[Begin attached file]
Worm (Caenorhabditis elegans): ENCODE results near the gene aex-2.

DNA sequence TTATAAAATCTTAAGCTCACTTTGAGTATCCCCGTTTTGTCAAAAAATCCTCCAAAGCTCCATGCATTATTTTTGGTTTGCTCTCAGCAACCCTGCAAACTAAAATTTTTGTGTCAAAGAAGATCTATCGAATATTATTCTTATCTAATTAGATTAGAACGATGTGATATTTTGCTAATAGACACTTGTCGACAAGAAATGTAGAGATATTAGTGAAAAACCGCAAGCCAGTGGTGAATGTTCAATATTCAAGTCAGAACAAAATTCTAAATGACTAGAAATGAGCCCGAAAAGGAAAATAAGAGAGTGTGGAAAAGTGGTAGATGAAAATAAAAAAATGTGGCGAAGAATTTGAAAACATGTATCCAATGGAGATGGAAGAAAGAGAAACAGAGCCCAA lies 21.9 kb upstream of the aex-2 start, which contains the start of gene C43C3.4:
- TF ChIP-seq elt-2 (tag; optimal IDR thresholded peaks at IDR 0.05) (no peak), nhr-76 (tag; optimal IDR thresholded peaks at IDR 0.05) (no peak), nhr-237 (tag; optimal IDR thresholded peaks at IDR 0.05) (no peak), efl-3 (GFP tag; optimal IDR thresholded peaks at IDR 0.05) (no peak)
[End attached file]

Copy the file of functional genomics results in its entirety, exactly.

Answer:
Worm (Caenorhabditis elegans): ENCODE results near the gene aex-2.

DNA sequence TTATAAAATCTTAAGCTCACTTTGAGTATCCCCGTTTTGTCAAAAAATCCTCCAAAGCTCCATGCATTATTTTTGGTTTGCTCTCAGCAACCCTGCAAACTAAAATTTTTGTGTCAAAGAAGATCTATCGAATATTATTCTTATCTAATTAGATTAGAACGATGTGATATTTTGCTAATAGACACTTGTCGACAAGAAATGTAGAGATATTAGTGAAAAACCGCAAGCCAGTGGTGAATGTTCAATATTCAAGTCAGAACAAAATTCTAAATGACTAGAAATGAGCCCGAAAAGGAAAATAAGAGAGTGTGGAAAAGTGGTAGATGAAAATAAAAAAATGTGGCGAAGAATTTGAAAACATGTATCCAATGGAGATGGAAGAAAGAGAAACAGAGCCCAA lies 21.9 kb upstream of the aex-2 start, which contains the start of gene C43C3.4:
- TF ChIP-seq elt-2 (tag; optimal IDR thresholded peaks at IDR 0.05) (no peak), nhr-76 (tag; optimal IDR thresholded peaks at IDR 0.05) (no peak), nhr-237 (tag; optimal IDR thresholded peaks at IDR 0.05) (no peak), efl-3 (GFP tag; optimal IDR thresholded peaks at IDR 0.05) (no peak)